These steps include:
- Identify your contract with a customer
- Identify the contract’s performance obligation
- Determine the transaction price
- Allocate the transaction price
- Recognize revenue
Let’s look at each step in detail.
1. Identify Your Contract with a Customer
This involves knowing the criteria for getting into a subscription contract with your customers for your products and services. The contract can be in written form, oral, or implied as long as the agreement between the company and customer is mutual.
It should be for a commercial transaction and must be approved by both participants as such. The customer must also show intention to pay within a certain period. This is called consideration.
The terms of the contract may be subject to modification. And when modifications are made to the terms of a contract, you can either create a new contract or modify the old one to reflect the changes.
Modifications that may lead to the creation of a new contract include:
- If a customer asks for additional units of a product or service. These additional units could also be counted as an upgrade with more features of the SaaS platform. This is considered a new obligation that is different even if it’s the same product.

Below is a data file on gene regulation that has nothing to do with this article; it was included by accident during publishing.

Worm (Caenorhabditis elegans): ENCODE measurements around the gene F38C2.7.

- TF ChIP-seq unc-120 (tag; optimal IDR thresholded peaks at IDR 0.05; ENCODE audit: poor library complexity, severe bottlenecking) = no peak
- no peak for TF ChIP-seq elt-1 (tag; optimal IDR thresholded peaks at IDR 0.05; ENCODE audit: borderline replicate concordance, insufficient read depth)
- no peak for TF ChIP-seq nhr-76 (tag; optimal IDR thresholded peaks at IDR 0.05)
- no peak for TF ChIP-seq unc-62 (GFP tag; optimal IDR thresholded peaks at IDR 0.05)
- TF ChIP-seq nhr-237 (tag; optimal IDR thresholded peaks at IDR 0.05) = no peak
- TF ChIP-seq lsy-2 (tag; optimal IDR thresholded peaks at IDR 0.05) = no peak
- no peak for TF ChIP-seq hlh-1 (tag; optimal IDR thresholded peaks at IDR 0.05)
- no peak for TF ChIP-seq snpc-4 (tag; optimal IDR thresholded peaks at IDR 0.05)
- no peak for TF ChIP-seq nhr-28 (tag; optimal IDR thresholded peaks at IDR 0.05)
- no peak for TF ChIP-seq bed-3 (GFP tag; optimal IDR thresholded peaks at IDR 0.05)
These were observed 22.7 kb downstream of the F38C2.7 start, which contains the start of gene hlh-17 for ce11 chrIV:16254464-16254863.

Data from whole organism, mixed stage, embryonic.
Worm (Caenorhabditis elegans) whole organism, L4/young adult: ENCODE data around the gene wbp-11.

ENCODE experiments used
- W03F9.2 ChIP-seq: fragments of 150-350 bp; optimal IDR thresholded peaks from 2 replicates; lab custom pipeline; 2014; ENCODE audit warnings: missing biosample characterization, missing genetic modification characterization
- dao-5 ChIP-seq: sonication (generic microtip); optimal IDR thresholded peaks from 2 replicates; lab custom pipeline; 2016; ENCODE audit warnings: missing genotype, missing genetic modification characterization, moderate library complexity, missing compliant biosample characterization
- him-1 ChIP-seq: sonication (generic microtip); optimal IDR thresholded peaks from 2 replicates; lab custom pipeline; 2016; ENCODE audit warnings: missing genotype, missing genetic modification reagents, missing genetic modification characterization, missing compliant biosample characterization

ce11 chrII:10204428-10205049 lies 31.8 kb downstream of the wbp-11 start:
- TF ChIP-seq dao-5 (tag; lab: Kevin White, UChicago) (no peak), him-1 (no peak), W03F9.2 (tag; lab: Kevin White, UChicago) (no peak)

- If the additional units (upgrades) ordered have a separate selling price and would typically be sold in the market as a standalone item. For instance, if a customer upgrades to a higher tier plan.
The contract remains the same if:
- Changes in pricing for the existing performance obligation constitute a modification e.g if the customer negotiates for a discount.
- If there are no additional products and services ordered by the customer.
2. Identify the Contract’s Performance Obligation
When a customer subscribes to a product or service, the owner of the software or service gets into a contract with the customer to provide the said goods or services.
The contract also becomes a performance obligation if the goods and services being provided are distinct. A product or a service is distinct if:
- It provides benefits to the customer on its own or as a part of other available resources.
- The entity's promise to provide a product or service to the customer is distinct from other promises in the contract.
A performance obligation is not considered distinct if:
- The seller has to integrate your goods and services significantly with other goods and services for performance.
- The products and services you provide are interdependent (not independent).
- The goods and services you provide are a significant modification of the existing products or services.
If the performance obligation is not considered, you’ll need to bundle up goods and services and provide them as a combined package to make them distinct.
Why Identify Performance Obligation?
This is a question that’ll likely pop up in your head. The prime purpose of identifying performance obligations is to identify different forms of revenue realized.